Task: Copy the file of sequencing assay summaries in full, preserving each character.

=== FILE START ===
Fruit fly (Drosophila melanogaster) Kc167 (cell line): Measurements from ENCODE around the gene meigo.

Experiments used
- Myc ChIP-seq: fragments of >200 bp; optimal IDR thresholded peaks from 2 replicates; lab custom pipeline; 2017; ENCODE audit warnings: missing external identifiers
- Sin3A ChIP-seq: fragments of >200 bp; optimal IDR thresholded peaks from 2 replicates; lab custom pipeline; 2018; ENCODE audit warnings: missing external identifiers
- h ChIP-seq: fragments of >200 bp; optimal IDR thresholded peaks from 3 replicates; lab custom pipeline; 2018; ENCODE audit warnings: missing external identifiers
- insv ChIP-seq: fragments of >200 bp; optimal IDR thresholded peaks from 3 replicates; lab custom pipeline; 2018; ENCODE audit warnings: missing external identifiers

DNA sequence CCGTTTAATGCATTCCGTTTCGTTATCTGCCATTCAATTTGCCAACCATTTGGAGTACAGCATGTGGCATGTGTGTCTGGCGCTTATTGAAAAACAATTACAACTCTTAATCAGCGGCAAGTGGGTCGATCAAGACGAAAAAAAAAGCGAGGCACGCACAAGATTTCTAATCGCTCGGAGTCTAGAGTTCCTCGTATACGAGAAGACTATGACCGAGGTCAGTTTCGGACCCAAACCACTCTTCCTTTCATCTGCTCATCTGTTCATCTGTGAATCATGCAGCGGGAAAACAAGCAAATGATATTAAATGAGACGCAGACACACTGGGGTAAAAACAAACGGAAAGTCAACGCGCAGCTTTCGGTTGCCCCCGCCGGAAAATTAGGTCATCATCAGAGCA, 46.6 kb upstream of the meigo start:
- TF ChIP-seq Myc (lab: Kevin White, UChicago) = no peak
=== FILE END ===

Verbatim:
Fruit fly (Drosophila melanogaster) Kc167 (cell line): Measurements from ENCODE around the gene meigo.

Experiments used
- Myc ChIP-seq: fragments of >200 bp; optimal IDR thresholded peaks from 2 replicates; lab custom pipeline; 2017; ENCODE audit warnings: missing external identifiers
- Sin3A ChIP-seq: fragments of >200 bp; optimal IDR thresholded peaks from 2 replicates; lab custom pipeline; 2018; ENCODE audit warnings: missing external identifiers
- h ChIP-seq: fragments of >200 bp; optimal IDR thresholded peaks from 3 replicates; lab custom pipeline; 2018; ENCODE audit warnings: missing external identifiers
- insv ChIP-seq: fragments of >200 bp; optimal IDR thresholded peaks from 3 replicates; lab custom pipeline; 2018; ENCODE audit warnings: missing external identifiers

DNA sequence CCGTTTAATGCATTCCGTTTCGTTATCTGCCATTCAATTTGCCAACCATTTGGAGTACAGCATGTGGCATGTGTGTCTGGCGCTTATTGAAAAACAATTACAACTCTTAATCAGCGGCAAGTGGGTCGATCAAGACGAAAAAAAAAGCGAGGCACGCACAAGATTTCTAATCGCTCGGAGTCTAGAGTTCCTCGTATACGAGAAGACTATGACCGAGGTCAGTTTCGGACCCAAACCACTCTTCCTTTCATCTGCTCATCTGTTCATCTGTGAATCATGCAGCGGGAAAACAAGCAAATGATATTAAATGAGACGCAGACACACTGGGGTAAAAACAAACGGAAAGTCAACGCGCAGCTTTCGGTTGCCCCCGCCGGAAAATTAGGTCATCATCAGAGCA, 46.6 kb upstream of the meigo start:
- TF ChIP-seq Myc (lab: Kevin White, UChicago) = no peak